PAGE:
At the very least, [“Passengers”] should be far more entertaining than the flat-footed, loosely assembled result. And that’s to say nothing of the icky questions of consent that run through its central narrative, only to be brushed aside by the film’s iffy conclusion. Even more disappointing than the squandered talent at hand is that “Passengers” frequently lets slip moments of brief brilliance, from [writer Jon] Spaihts’ canny world-building to the charming repartee between Pratt and Lawrence, and even a production design that breathes new life into the often-tired sci-fi genre.
The Wrap – Robert Abele
[The] new interplanetary action romance “Passengers,” buffed to a high-tech gloss by “The Imitation Game” director Morten Tyldum, takes an intriguing construct about existential loneliness among the stars, and introduces a moral peril it has no interest in treating intelligently or realistically, despite the presence of two capable leads in Jennifer Lawrence and Chris Pratt…. After the dramatic heft that expensive entertainments “Gravity” and “The Martian” so thrillingly offered up about humankind and the cosmos, “Passengers” winds up a thoroughly misguided rocket to nowhere.
EW – Chris Nashaway
The signs to be hopeful were all there: A pair of dependable movie stars, a bullish Oscar-season spot on the release calendar, a director hot off of an Oscar-nominated film. But alas, Passengers is not very good. In fact, it’s pretty bad. The studio is positioning this new Chris Pratt-Jennifer Lawrence sci-fi flick as a sort of Adam-and-Eve riff on The Martian… That’s the way the trailer makes it seem, at least. And I’ll be honest, that’s a movie I’d kind of want to see. But that’s not what we get. Not even close. Passengers is way stupider than that.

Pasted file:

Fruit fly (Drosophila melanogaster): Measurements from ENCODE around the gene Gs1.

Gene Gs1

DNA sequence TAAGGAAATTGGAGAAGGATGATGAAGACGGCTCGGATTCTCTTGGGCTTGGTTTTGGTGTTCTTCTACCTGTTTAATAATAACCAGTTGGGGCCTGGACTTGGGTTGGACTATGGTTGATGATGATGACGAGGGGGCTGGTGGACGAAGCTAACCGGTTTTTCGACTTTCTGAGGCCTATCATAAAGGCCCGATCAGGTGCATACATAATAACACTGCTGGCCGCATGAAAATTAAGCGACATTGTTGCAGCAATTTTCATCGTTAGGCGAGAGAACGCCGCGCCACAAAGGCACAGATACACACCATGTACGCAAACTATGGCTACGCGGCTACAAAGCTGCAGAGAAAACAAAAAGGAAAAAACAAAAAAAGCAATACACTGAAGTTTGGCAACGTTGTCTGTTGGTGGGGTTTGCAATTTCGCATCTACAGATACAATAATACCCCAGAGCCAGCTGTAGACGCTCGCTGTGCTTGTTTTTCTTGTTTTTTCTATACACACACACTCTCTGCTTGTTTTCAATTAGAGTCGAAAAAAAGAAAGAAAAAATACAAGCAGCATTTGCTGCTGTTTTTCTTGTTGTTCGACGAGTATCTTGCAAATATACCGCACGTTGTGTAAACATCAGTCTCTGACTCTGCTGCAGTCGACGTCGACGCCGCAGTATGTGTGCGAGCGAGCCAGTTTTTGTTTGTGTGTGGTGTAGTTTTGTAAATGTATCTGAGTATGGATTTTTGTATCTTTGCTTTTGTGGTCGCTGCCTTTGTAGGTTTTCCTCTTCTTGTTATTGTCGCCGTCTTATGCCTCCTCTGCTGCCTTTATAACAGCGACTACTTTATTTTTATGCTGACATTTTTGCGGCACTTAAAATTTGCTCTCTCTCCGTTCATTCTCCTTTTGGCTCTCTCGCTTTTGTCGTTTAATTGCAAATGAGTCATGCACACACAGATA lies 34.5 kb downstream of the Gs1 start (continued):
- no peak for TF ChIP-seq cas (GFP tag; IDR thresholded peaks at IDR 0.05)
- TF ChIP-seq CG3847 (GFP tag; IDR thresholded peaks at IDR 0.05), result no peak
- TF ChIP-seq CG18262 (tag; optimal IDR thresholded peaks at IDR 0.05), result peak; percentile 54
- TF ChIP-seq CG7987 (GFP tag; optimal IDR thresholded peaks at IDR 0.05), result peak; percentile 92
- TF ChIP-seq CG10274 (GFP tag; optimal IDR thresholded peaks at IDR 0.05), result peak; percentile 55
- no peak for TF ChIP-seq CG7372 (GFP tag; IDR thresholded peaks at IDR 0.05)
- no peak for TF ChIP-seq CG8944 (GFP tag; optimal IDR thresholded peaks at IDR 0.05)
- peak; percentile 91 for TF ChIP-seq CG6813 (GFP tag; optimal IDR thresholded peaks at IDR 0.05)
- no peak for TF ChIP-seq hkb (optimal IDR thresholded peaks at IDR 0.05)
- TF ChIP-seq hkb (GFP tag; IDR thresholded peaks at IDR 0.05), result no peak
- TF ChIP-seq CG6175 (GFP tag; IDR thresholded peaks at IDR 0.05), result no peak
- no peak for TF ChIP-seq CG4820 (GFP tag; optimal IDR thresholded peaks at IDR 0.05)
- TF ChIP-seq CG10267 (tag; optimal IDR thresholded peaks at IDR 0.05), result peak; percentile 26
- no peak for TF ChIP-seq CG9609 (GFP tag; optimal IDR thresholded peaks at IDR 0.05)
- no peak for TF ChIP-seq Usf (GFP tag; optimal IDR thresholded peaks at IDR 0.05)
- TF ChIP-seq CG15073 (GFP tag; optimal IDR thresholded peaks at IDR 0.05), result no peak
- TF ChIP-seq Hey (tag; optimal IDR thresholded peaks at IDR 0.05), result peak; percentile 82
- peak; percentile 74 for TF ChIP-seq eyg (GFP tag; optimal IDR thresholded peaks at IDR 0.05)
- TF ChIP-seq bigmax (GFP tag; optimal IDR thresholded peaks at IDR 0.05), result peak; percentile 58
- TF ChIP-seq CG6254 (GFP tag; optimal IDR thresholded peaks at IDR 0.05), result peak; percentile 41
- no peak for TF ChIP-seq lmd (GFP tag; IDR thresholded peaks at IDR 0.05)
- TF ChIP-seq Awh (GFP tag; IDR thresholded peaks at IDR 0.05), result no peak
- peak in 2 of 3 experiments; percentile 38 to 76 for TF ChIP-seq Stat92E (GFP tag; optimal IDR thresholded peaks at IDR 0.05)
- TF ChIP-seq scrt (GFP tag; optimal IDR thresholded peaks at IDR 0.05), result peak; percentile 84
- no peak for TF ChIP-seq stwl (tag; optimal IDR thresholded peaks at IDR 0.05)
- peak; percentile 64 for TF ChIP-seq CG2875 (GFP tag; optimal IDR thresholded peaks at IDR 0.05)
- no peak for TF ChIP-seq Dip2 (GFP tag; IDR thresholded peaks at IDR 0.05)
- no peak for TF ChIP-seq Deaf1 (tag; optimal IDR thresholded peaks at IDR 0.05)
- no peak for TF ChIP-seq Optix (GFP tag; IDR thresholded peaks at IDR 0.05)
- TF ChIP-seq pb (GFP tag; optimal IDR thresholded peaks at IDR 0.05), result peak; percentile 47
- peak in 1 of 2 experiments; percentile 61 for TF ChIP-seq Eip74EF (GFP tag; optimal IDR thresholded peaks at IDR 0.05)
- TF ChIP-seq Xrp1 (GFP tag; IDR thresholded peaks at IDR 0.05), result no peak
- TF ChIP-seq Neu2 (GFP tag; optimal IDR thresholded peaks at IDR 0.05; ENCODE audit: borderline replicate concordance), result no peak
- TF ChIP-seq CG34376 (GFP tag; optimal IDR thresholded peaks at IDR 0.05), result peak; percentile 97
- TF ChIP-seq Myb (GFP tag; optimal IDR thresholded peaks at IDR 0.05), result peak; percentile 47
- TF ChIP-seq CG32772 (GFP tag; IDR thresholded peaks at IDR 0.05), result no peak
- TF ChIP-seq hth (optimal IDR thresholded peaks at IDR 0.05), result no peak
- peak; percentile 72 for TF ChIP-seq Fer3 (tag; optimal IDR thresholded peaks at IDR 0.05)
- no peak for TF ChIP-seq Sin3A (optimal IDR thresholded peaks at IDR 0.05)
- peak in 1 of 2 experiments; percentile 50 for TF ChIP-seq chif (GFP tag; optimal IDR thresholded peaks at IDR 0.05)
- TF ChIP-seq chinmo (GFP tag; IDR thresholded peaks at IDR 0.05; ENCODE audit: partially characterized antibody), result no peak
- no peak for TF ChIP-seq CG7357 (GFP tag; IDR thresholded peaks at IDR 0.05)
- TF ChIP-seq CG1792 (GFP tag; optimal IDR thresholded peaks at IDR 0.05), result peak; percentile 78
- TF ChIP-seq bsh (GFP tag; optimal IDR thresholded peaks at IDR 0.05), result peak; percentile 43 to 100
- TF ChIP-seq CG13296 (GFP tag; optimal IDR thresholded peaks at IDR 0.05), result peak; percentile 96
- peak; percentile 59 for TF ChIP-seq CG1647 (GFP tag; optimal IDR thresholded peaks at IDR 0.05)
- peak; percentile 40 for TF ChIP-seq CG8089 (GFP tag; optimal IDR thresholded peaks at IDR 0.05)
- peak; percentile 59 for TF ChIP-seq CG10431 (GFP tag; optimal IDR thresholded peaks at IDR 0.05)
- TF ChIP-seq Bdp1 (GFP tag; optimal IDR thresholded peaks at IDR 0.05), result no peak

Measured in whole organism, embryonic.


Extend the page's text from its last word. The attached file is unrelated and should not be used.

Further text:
Many of the reviews for Passengers take the time to highlight the film’s better qualities – including, the performances from its leads and impressive production design – yet most every one of them so far seems to agree that the writing by Spaihts and direction by Morten Tyldum (director of the Oscar-winning biopic The Imitation Game) are lackluster on the whole. Even the few more-positive reviews (see the excerpt included below) admit that Passengers doesn’t offer a compelling human story and/or wrestle with the deeper implications of its premise, to the degree that other, original, big-budget sci-fi films released over the past few years have.
Forbes – Scott Mendelson
In a less brand and tentpole-centric time, Passengers would be… well, a movie. The picture is under much pressure to perform because it’s an original, star-driven genre film in an IP franchise era, starring two very famous movie stars with questionable drawing power outside the comforts of franchise fare. But stripping all of that away, and the Morten Tyldum-directed/Jon Spaihts-written sci-fi romance is just a movie. It’s most entertaining, it splashes its alleged $120 million budget on the screen, and it offers plenty of surface value entertainment, even if it dances around the thematics of its core narrative.
The short of it: unless the story changes significantly hereon forward, it sounds as though Passengers won’t be joining the ranks of Gravity, The Martian and this year’s Arrival as part of the “Golden Age” of mainstream science-fiction films that has emerged over the past four years. That doesn’t bode well for the movie’s box office prospects either, seeing as it has to compete for attention from moviegoers with not only Rogue One, but other tentpoles (like Assassin’s Creed) – and the many awards-season contending films that are now playing in semi-wide releases, too. Passengers may turn out to be one $120 million “gamble” that doesn’t pan out well for Sony, as a result.
Source: Various [see the above links]